Two, in this passage, specifically in the healing of Jairus’ daughter, we see the fourth mention of fear in the past chapter and a half. Two of these mentions (Legion and the hemorrhaging woman) are a result of recognizing who Jesus is. But the other two (Jesus calming the storm, and his response to Jairus upon finding out that his daughter had died) seem to be addressing some lack of faith. Jesus, upon hearing the news from a servant, that Jairus’ daughter was no more, turns to Jairus and says, “Don’t be afraid; just believe.” It’s as if he knew that this news would shatter Jairus’ faith. Editor's Note: This is really the part that hit me hard this past week. So he speaks directly to Jaius, directly into his heart, and says despite what you now know; despite the present circumstance, despite what you think is possible or impossible: just believe. There’s no step-by-step process in how to fix the problem. There’s no if you do this, then this will happen and you’ll need to do this. There’s just believe.

Editor's Note: Here's what I've thought about since writing this originally: It's funny how the order of events in this story turn out to be so important. First, Jairus asks Jesus to heal his daughter, thereby displaying a great measure of faith in Him. Then, as Jairus and Jesus travel to Jairus' house to meet his daughter, Jairus gets to witness a miraculous healing take place in a woman who, since he was a synagogue leader, Jairus probably either knew, or knew of. So, he must have known that she had been suffering for twelve years. He's there. He gets to see Jesus heal her. Not only does he see it, but he hears Jesus say that it was because of her FAITH that she is healed.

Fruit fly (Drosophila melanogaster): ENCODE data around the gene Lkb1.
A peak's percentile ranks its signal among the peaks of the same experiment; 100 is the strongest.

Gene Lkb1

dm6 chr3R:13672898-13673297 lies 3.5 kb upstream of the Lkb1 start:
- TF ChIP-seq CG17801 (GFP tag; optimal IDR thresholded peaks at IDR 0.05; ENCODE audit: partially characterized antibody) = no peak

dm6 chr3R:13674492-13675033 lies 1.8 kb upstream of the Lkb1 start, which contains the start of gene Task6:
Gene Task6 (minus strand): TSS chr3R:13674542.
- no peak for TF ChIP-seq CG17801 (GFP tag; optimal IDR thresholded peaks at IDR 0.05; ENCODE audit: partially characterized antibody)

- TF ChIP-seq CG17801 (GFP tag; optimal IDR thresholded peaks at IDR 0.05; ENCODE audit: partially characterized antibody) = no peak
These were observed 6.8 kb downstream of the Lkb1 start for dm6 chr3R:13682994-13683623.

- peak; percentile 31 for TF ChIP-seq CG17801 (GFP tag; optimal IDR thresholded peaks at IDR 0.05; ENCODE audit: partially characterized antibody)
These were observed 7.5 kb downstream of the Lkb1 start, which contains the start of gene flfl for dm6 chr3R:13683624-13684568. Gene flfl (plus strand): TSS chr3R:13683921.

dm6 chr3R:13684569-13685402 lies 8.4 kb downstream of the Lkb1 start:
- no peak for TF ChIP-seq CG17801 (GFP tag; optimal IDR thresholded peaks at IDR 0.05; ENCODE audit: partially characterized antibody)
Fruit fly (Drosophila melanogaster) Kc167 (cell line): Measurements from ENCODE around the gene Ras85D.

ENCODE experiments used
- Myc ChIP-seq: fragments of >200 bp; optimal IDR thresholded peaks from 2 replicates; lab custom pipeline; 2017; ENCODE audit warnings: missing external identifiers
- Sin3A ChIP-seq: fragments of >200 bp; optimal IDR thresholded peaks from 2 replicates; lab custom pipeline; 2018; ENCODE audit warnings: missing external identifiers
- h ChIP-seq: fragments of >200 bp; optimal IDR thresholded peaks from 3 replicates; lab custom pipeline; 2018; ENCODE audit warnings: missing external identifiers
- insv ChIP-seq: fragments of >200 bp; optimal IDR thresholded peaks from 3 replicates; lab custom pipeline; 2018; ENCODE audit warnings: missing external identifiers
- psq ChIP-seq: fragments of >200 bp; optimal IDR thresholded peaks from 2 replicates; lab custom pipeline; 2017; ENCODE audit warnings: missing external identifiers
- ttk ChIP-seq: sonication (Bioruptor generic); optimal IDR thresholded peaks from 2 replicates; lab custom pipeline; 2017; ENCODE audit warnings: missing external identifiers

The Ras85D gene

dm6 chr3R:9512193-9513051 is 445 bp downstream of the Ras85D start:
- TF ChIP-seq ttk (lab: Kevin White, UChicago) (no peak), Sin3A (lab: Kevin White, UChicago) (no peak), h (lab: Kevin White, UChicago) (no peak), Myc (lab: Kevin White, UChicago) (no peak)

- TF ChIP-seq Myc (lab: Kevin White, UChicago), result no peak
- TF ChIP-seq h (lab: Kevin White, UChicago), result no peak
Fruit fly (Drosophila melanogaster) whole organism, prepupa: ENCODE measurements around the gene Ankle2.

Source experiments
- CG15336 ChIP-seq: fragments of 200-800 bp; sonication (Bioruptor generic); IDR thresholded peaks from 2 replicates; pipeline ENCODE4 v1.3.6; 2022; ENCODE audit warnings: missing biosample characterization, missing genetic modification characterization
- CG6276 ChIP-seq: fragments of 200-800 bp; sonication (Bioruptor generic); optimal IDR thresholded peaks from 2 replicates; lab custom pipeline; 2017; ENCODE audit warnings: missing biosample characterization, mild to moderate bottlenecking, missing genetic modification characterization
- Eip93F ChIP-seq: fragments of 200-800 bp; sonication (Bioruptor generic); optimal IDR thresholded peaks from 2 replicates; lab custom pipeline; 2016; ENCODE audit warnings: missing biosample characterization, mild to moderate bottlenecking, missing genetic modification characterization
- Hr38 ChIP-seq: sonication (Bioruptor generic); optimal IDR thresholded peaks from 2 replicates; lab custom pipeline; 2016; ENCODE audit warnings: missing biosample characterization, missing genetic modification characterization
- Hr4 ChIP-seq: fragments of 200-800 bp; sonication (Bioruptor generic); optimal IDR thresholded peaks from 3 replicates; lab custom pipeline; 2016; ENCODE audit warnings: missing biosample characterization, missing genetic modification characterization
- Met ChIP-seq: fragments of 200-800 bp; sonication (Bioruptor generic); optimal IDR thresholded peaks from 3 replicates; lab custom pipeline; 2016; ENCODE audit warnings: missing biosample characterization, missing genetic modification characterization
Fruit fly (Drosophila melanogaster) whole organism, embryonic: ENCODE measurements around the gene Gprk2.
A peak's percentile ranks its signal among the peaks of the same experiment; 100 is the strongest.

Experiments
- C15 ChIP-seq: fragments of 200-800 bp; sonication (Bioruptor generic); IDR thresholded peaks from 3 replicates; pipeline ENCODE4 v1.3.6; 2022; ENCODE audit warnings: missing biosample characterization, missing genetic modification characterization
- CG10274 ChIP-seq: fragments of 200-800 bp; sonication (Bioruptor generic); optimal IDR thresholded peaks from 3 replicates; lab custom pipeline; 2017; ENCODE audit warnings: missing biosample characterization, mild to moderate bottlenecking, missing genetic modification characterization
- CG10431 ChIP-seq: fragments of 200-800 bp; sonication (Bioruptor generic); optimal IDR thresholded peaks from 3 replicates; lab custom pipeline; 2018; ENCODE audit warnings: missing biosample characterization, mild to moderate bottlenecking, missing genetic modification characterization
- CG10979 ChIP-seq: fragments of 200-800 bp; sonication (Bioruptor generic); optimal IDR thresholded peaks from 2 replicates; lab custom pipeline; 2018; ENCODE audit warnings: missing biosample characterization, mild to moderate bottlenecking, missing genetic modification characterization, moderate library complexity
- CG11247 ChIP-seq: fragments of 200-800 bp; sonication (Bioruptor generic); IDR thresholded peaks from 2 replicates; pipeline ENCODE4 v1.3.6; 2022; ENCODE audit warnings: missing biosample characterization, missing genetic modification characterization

One could logically conclude from reading an account such as this that Jairus' faith would be strengthened by witnessing such an unusual event. However, almost immediately after seeing this, Jairus' faith is tested when one of his servants come and tells him that his daughter is dead. In fact, the servant follows it up with, "Why bother the teacher any more?"

In a moment that would have probably brought greater clarity in his faith, Jairus is smacked in the face with circumstance. Jesus must have known what this would do to him. The Message says that he said to him, "Don't listen to them; just trust me."

I don't understand my present circumstance. And, in earnest, that drives me absolutely CRAZY! But I know that, Biblically, whenever fear and confusion are present, Jesus' response is always the same: Don't listen to them; just trust me.

Don't listen to your circumstance. Don't listen to what your feelings tell you. Don't listen to what your brain tells you is possible or impossible. Don't search for formulaic, easy, controllable answers to your aching hearts' search for a fix! Don't try to discover ways that YOU can fix things on your own!

Just trust Jesus...